On Our Nightstands: May 2022

On Our Nightstands: May 2022


At Public Books, our editorial staff and contributors are hard at work to provide readers with thought-provoking articles. But when the workday is done, what is actually on our nightstands? Here we bring you, in our own words, a behind-the-scenes look at what we have been reading this month.


 

Nicholas Dames

Editor in Chief

 

Jon McGregor, Lean Fall Stand

 

Too eager to wait, I source my McGregor from abroad; this isn’t slated to appear in the US from Catapult until September. If you too think Reservoir 13 (2017) was one of the century’s very few perfect novels, McGregor’s latest will further clarify the preoccupations that might have seemed just latent in it. Lean Fall Stand is a novel of two halves: a tensely laconic adventure tale set during a few short hours of storm hitting an Antarctic research station, and the story of that storm’s aftermath, depicting the expedition guide’s slow and incomplete process of recovery, back in the UK, from aphasic stroke—one half set among glaciers, the other half glacial. This being McGregor, there is a mystery here, done with his typically oblique touch, about the death of one of the researchers in the storm; time, distance, and aphasia combine to make that mystery slide out of focus, tantalizingly just out of reach, like a sentence the brain can no longer formulate. The rendering here of the stubborn fragments, amounting at times to poetry, of aphasic speech is remarkable. But it’s the continuities with Reservoir 13 that are most riveting. McGregor, it’s now clear, is a storyteller of care systems: their procedures and rules, their impersonality, their mundanity and their slow tempi, their fragility when their inhabitants start to withdraw their consent to them, or even their attention. The village of Reservoir 13, in retrospect, is one such system. Here there is a more explicit comparison between the safety protocols enabling survival in one of the planet’s most hostile environments (and the way those protocols can fail), and the less dramatic, but also much more elusive, protocols of group stroke therapy, as if—and why not?—the small shelter by the Antarctic glacier and the NHS are structurally identical. McGregor’s a writer for a moment when all such structures feel rickety and provisional. I’d be tempted to call him an elegist for care systems, if his gaze on them didn’t feel so rigorously unsentimental.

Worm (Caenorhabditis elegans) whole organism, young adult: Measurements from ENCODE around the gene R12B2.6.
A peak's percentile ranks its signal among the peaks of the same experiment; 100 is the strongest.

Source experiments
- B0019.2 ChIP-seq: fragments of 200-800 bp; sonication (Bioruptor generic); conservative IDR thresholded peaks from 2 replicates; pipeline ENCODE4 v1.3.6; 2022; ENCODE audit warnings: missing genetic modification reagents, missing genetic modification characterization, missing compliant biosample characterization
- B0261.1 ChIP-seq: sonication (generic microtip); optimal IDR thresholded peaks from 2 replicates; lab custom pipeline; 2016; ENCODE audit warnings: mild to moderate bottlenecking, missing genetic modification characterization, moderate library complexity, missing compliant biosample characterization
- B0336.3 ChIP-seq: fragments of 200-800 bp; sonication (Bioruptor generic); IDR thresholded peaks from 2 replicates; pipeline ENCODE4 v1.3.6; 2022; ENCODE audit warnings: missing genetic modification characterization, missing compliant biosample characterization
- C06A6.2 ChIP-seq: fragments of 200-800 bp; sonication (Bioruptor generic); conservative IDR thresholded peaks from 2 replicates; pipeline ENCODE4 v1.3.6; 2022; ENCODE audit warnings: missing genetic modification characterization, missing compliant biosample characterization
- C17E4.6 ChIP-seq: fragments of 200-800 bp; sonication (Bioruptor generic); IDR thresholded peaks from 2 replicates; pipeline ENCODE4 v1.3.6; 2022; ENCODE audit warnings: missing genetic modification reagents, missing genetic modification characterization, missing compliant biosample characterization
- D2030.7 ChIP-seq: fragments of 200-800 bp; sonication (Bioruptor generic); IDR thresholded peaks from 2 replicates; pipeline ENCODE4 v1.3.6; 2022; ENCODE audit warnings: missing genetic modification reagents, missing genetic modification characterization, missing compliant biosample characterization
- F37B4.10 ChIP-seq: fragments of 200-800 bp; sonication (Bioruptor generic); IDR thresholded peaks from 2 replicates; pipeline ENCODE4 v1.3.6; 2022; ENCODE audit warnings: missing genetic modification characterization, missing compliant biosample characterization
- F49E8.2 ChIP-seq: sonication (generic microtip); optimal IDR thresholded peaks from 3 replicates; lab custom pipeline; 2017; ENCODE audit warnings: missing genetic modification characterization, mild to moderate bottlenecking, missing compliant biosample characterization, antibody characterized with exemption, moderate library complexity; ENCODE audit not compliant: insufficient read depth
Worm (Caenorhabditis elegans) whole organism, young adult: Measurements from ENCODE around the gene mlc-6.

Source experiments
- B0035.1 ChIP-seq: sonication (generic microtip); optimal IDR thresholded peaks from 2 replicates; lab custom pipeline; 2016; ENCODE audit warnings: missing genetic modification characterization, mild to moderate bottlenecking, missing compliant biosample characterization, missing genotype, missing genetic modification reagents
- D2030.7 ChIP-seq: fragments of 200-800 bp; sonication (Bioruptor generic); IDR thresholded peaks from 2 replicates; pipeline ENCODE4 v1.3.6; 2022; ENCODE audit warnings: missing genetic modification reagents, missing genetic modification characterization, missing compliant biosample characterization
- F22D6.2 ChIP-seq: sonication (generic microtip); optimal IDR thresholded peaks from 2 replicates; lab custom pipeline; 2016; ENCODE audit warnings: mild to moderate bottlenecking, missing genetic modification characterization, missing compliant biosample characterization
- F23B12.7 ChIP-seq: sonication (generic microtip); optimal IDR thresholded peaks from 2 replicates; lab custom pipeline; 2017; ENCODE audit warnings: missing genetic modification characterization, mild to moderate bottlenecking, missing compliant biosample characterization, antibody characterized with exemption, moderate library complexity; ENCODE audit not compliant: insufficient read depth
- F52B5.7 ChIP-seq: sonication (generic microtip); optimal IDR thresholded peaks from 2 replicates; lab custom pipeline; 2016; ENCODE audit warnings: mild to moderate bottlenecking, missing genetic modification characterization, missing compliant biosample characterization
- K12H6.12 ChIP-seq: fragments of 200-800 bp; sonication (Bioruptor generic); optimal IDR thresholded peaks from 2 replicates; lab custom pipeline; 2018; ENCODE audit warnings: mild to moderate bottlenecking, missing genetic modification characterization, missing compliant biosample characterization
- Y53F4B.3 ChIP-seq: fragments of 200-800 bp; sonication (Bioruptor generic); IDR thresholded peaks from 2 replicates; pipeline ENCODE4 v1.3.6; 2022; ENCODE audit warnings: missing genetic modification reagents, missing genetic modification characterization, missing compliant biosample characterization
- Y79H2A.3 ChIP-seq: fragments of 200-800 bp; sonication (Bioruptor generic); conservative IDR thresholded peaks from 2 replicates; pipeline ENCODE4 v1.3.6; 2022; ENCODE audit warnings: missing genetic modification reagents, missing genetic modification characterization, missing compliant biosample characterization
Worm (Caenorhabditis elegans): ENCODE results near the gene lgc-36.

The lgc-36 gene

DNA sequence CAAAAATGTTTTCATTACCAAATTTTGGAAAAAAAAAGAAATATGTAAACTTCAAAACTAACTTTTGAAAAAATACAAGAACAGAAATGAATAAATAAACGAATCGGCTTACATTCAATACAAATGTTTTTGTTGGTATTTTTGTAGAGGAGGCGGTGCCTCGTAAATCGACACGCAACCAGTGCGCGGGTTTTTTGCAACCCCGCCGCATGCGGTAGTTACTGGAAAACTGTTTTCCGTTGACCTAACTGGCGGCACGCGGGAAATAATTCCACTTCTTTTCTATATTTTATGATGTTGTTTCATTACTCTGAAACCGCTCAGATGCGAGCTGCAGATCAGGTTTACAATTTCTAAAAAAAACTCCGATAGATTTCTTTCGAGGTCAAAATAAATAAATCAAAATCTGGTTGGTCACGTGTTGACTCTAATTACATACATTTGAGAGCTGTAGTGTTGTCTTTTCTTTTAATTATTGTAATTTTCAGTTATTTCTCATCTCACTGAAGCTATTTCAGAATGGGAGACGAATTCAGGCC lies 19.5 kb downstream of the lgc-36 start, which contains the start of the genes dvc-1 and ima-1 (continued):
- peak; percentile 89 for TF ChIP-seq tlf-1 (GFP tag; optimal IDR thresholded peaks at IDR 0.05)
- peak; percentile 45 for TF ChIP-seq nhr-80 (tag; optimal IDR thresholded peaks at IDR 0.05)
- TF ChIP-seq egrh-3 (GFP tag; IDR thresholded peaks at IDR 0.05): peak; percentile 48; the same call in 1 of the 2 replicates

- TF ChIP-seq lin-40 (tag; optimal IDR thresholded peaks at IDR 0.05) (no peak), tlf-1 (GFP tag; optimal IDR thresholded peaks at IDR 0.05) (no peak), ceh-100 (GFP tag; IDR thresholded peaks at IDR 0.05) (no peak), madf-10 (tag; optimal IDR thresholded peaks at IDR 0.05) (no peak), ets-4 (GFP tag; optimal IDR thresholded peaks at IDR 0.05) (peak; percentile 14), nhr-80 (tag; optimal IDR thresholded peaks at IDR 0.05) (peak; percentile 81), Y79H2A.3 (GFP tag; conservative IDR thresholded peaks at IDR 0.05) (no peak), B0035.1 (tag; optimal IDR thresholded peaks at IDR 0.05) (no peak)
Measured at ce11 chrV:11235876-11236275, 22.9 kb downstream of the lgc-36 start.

John Plotz

B-Sides Series Editor

 

Betty Smith, A Tree Grows in Brooklyn

 

“Because there are so many, you just can’t see how beautiful [any one of them] really is. Look at those children. … You could take any one of them and wash him good and dress him up and sit him in a fine house and you would think he was beautiful.”

Maybe it’s because I’ve been thinking a lot about my own parents’ Flatbush childhood, maybe it’s because our own teenager is working and living in Brooklyn this summer. All I know is that I picked up A Tree Grows in Brooklyn and gulped down all 500 pages of Francie Nolan and her baby brother Neeley, children of ultra-capable Katie and her ne’er do-well husband Johnnie, the singing waiter. As a kid you probably rooted for her to find a way out of Williamsburg tenement life to the fine houses she occasionally glimpses in posher Brooklyn neighborhoods.